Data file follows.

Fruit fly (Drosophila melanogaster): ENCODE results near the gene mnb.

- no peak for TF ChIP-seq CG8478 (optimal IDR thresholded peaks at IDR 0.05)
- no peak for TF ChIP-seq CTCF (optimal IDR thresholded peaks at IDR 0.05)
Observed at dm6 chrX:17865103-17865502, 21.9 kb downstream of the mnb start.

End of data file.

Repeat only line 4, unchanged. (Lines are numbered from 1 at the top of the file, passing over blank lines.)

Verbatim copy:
Observed at dm6 chrX:17865103-17865502, 21.9 kb downstream of the mnb start.